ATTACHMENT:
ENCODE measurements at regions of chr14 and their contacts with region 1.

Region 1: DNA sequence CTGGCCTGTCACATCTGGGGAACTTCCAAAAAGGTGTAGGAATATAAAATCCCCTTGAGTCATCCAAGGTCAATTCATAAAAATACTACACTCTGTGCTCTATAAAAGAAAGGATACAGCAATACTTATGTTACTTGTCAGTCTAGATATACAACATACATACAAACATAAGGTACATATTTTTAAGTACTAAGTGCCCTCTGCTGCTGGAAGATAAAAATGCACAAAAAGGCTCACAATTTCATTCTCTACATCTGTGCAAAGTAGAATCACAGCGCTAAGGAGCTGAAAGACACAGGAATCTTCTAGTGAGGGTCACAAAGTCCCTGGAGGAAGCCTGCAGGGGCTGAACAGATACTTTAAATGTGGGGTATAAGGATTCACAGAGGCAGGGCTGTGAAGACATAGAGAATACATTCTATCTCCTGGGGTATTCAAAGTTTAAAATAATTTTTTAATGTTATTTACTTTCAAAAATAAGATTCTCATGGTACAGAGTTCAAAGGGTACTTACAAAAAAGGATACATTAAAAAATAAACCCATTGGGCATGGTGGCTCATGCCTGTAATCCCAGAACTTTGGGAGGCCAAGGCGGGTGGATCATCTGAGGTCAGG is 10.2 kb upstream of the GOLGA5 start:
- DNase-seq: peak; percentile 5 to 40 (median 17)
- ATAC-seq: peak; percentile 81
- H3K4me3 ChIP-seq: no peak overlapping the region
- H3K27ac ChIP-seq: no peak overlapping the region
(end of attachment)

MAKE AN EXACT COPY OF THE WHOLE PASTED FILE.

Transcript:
ENCODE measurements at regions of chr14 and their contacts with region 1.

Region 1: DNA sequence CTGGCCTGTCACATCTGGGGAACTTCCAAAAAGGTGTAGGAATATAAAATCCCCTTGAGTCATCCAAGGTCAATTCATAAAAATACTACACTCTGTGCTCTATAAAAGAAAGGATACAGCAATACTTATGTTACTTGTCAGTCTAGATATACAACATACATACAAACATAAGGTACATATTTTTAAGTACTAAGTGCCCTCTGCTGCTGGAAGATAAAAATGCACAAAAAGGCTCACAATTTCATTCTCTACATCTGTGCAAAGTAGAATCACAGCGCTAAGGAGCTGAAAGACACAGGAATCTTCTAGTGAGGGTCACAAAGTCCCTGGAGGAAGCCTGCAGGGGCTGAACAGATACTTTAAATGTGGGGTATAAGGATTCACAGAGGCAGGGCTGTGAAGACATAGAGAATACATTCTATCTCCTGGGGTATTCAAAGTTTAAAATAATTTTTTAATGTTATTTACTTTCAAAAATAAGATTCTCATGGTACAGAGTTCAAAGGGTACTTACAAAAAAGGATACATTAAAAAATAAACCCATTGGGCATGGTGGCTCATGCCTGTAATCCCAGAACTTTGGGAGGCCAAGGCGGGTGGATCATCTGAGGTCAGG is 10.2 kb upstream of the GOLGA5 start:
- DNase-seq: peak; percentile 5 to 40 (median 17)
- ATAC-seq: peak; percentile 81
- H3K4me3 ChIP-seq: no peak overlapping the region
- H3K27ac ChIP-seq: no peak overlapping the region